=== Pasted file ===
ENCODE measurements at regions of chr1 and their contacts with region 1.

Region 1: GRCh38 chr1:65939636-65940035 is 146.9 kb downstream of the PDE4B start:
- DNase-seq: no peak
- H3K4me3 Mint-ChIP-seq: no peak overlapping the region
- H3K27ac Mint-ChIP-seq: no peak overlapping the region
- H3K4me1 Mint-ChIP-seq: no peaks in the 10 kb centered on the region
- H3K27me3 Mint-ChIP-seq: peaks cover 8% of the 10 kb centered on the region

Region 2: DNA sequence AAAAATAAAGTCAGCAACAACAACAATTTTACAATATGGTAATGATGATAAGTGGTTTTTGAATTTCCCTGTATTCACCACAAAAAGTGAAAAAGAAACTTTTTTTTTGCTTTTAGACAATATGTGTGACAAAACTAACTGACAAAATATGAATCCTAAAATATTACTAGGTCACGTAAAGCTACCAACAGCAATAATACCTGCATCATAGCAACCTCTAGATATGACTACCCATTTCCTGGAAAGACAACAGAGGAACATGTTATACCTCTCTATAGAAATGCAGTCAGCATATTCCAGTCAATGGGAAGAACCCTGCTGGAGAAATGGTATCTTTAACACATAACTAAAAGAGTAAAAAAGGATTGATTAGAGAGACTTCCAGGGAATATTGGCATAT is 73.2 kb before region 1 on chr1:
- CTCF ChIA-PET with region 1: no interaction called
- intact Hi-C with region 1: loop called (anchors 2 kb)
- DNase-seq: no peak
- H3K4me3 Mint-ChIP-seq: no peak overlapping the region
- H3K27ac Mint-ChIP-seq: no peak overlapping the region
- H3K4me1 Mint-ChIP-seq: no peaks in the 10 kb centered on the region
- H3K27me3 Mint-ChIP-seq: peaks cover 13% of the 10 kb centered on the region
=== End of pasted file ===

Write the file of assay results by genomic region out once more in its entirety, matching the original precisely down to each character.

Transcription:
ENCODE measurements at regions of chr1 and their contacts with region 1.

Region 1: GRCh38 chr1:65939636-65940035 is 146.9 kb downstream of the PDE4B start:
- DNase-seq: no peak
- H3K4me3 Mint-ChIP-seq: no peak overlapping the region
- H3K27ac Mint-ChIP-seq: no peak overlapping the region
- H3K4me1 Mint-ChIP-seq: no peaks in the 10 kb centered on the region
- H3K27me3 Mint-ChIP-seq: peaks cover 8% of the 10 kb centered on the region

Region 2: DNA sequence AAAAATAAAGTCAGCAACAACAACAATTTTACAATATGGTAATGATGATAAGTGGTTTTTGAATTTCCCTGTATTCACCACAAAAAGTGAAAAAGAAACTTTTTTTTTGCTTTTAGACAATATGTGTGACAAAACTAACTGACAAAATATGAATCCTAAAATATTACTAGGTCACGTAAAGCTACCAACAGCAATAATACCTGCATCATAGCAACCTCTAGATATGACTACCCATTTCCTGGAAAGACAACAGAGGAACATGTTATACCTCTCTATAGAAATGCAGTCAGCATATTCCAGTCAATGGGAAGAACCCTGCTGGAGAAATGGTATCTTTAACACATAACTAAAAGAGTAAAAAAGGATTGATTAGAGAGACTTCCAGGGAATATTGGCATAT is 73.2 kb before region 1 on chr1:
- CTCF ChIA-PET with region 1: no interaction called
- intact Hi-C with region 1: loop called (anchors 2 kb)
- DNase-seq: no peak
- H3K4me3 Mint-ChIP-seq: no peak overlapping the region
- H3K27ac Mint-ChIP-seq: no peak overlapping the region
- H3K4me1 Mint-ChIP-seq: no peaks in the 10 kb centered on the region
- H3K27me3 Mint-ChIP-seq: peaks cover 13% of the 10 kb centered on the region